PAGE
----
The Short Baseline Program at Fermilab
Joel Mousseau (above) discussed the program of short-baseline experiments at Fermilab. He started by pointing out the well-known fact that the LSND experiment observed a 3.8 sigma excess consistent with oscillations at a delta_m^2 of 1 eV^2; this was also observed in reactor experiments. The global knowledge of electron neutrino oscillations can be summarized by the well-known graph shown on the right side in the slide shown above.
The L/E for that oscillation signal is of 1m/MeV, so neutrinos of energy of 100 MeV require baselines of 100 meters. This is a motivation for the plan ongoing at Fermilab.
MiniBooNE is a 600 ton tank of mineral oil, primarily a Cherenkov detector. It also found an excess of events in the range of 200 to 475 MeV., both in the neutrino and antineutrino modes. Resolving this and the previous effect requires a new technology, and new expertise. This is where the short baseline program comes in: it consists in three detectors at one neutrino beam, with a common technology of LAr TPC. These are SBND, MicroBooNE, and ICARUS. Their distance from the BNB target is of 110, 470 and 600 meters respectively.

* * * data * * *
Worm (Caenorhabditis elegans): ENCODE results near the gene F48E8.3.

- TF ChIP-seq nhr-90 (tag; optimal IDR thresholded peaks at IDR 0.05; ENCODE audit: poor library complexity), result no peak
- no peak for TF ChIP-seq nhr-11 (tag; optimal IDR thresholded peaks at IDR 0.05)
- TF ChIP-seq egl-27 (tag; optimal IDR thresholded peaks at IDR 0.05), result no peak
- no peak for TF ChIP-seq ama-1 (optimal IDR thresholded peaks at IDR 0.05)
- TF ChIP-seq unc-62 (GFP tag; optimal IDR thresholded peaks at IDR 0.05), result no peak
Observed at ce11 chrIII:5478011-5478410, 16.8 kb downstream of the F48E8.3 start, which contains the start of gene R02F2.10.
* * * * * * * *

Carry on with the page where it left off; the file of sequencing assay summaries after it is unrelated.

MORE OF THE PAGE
The speaker then described in detail the MicroBooNe experiment. You can find more details in the slides in the conference web site.
Combined, the three experiments will exclude at 5-sigma the region allowed by LSND. But it will be possible to also study nuclear effects of neutrino-nucleus scattering, and also study multinucleon events already observed in MiniBooNE and other experiments (T2K, MINERvA). The neutrino selection will be fully automated, and a common software and simulation framework is expected to be deployed for the three experiments.
Carlo Rubbia after the talk asked on a rumor that MicroBooNE has some problems. The speaker replied that it is true that it had some difficulties, and they have been worked on it – the feed-through of the high-voltage in the cathodes. They have been documenting what was wrong. They have now been running smoothly.